Punk rock found Assistant Professor of Physics Nathalie Haurberg early on; she fondly recalls doing things considered “distinctly punk” even before she knew what that meant. She was sent home from school on the first day of first grade for being too distracting Ñ six-year-old Haurberg had pushed all of her short hair (which she had cut herself), up into a mohawk. She attributed this to it being the 80s, primetime for self-expression in the form of rock ‘n roll.
Currently, punk has manifested its magic in Haurberg’s edgy, choppy haircut, former lip piercing and sleeve of vibrant, graphic tattoos.
“Since I was 13, I’ve never not had a time when I’ve been into punk,” she said.
Haurberg fell into punk rock by listening to other bands that had punk influences. She recalled buying the “London Calling” album by The Clash, thinking it was the weirdest thing she had ever heard, but loving it, and learning about Goldfinger and No Effects from her older brother. Typing “punk rock” into Napster (a peer-to-peer online music sharing website) led her to a whole new world of music, where she listened to and downloaded whatever she liked. Her defining moment came in a Hot Topic, where she found a $10 CD of 45 various punk rock songs, followed by a Napster surf of all listings under “punk.”
“I was sold. Then I started learning that there were things in there I politically agreed with, and things I didn’t,” she said. In punk rock, there seemed to be a general discussion of issues that other music didn’t tackle, which she found alluring, and appreciated.
In 1999, Haurberg taught herself to play the guitar, and with a fellow high school punk rocker, formed a band. “We had no idea what we were doing, but wanted to make sounds we didn’t hate,” she recalled.
Haurberg discussed punk rock with a maturity that only comes from a deep understanding and long-term love of a concept. She believes that a lot of the general opinion about punk rock music comes from it being misunderstood. According to Haurberg, yes it is about rebellion, but it also encompasses more than that.
Haurberg is intrigued by the idea of the punk subculture being considered violent, pointing out that because this music and this lifestyle has manifested itself “in a very in-your-face way” we have concluded that it is negative or dangerous.
“We’ll call this music where people are just banging around and yelling and making a racket violent, but we don’t call the prison system violent,” she said, suggesting that punk is an idea that doesn’t allow you to pretend to be something you aren’t.
Punk has grown to mean different things for Haurberg over the 20 years she has been involved with it, and it has kept her passion alive to always be learning. She became vegan after she learned about animal rights, influenced by punk, which she believes has fueled a lot of activism.
“I learned about a lot of things politically through bands I was listening to who talked about these things, like oppression, for one. I learned about the Israeli-Palestinian conflict through punk initially, and it’s how I became interested in a lot of other issues,” Haurberg said. “I wouldn’t really be me without it.”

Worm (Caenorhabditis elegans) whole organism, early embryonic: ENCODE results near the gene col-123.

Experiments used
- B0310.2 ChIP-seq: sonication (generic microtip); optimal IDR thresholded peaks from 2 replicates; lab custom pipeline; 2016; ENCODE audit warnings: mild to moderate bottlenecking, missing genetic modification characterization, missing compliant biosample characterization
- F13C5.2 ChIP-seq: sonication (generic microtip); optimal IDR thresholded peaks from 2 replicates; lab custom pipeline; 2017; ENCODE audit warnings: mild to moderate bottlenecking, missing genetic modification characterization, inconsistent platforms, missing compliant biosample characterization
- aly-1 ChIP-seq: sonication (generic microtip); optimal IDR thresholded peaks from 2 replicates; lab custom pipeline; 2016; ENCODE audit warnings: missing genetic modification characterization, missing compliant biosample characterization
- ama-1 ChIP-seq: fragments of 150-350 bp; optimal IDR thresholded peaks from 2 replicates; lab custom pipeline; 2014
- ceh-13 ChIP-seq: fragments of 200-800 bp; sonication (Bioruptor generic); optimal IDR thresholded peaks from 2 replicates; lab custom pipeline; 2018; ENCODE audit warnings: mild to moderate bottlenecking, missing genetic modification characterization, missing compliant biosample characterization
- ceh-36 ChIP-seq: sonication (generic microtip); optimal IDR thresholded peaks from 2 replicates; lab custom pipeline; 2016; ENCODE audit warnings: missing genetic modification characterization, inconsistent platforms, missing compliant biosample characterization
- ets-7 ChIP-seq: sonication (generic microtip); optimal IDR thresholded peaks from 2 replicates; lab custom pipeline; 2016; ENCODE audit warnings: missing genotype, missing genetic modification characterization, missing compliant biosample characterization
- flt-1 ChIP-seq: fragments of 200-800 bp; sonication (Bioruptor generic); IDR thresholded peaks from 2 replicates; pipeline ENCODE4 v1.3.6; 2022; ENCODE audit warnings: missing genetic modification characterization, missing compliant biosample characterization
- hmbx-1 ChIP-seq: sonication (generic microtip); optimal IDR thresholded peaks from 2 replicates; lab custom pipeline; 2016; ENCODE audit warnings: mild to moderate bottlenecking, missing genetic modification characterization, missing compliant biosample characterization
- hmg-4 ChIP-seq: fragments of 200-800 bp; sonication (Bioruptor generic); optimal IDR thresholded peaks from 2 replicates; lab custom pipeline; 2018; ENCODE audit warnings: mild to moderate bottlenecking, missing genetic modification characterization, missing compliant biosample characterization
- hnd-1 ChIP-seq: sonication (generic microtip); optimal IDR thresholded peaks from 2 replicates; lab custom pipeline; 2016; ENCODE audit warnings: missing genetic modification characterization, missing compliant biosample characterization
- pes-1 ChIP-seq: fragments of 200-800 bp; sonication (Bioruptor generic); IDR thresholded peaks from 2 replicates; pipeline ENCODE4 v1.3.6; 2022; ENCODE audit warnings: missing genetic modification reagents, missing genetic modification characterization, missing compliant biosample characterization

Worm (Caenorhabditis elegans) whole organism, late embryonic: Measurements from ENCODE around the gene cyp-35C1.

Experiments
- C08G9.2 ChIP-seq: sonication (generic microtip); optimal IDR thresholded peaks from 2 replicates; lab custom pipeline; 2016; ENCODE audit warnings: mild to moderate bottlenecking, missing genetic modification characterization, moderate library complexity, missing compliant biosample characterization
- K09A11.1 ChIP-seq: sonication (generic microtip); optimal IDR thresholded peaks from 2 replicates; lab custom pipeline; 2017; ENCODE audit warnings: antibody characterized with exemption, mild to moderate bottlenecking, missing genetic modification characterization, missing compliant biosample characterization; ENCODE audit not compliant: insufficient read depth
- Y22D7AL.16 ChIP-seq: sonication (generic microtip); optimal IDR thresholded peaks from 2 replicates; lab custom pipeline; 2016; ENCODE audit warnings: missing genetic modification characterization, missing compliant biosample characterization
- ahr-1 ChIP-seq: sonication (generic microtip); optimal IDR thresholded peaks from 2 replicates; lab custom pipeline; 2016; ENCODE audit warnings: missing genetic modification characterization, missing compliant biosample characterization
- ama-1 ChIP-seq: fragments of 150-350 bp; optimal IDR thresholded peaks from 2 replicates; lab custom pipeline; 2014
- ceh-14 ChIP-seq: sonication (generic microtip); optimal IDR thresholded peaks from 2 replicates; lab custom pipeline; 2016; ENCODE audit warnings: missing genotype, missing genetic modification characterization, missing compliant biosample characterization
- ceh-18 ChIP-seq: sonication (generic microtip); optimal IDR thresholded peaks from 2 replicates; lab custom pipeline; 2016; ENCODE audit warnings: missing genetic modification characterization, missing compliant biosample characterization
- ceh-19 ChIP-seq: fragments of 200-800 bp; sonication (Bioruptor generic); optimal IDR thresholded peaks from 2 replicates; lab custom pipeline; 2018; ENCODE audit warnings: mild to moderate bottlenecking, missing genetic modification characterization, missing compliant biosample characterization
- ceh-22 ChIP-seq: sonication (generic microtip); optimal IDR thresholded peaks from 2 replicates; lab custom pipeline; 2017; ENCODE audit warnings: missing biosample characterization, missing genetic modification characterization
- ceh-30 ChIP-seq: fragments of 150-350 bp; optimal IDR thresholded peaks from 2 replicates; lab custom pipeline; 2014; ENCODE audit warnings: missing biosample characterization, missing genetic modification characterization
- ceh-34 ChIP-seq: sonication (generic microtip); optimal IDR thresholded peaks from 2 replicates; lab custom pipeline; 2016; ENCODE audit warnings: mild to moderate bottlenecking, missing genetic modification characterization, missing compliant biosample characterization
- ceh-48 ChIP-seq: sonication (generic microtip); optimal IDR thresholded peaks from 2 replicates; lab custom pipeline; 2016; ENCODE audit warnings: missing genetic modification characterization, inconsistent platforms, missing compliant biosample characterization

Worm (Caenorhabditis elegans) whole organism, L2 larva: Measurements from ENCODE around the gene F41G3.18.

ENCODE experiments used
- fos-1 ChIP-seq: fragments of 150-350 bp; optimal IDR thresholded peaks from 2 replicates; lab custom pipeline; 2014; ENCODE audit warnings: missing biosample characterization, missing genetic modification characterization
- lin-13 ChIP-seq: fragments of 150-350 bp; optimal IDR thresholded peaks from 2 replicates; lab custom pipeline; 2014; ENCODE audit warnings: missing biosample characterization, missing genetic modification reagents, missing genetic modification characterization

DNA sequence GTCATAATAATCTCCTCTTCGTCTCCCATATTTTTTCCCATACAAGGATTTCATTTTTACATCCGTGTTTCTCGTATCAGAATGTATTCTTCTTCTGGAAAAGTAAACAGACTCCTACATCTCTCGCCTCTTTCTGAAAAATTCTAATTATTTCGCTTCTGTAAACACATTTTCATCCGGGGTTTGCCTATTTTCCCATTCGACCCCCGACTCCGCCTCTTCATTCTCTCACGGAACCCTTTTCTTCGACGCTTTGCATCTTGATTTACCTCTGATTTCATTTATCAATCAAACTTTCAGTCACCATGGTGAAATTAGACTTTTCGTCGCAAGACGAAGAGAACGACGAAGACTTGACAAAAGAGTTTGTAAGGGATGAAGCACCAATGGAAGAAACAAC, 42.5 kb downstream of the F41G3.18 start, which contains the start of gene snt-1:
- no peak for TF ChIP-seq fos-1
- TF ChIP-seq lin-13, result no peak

This passion extends to her affinity for physics and astronomy, as well, which she knew she wanted to do since the fourth grade. Coming to Knox solidified this desire, when Haurberg took classes with Professor of Physics Chuck Schulz, graduating cum laude with a Physics major and Political Science minor. She went on to pursue her Masters and PhD at Indiana University, and found herself back at Knox, this time on the other side.
Having had an enjoyable and fulfilling time at Knox as a student, where she was labelled ‘that punk girl,’ Haurberg admits that she was still nervous coming back.
“There really was no reason not to,” Haurberg said, coming back to discover that the change was not as big as she’d thought. “I know more about the other side now than I did when I was here as a student. My old teachers are now my peers; we speak differently but it’s not really a huge difference.” Haurberg believes the liberal community of the college allows for students and professors to maintain comfortable relationships, which also extends to occasionally playing music with her students.
Regarding her love for astronomy, Haurberg said, “There’s really no other way I can put it: It is just so cool. I still like looking up at the sky on a clear night, I still like the basics, as much as I love everything else.” Haurberg prefers teaching Introductory Astronomy, as it allows for her to reach out to people who have little science background, if any, and allows her to introduce them to a new concept, in keeping with what she loves most about Knox.
“The thing I love about the people here and what brings you to Knox is the wanting to learn, seeking understanding of the world,” Haurberg said. “These things make teaching astronomy that much more rewarding, because these are people who want to learn, want to be in awe of it and want to know something they don’t already know about.”
Her two passions do often intersect, as she still plays in a band and is a firm believer of expressing yourself in more ways than one. “It doesn’t have to be just science all the time. I’m in a band and we sing about nerdy stuff just for fun,” she said.
Ultimately, Haurberg is on a quest for constant learning and believes this comes from doing what you love. “I have always been determined to do what I love, and this is it,” she said. “If you keep learning, your life can be very fulfilling, and that’s true of science, and everything in the world. That’s kind of the big philosophy for me, the idea of constant learning, of constant searching.”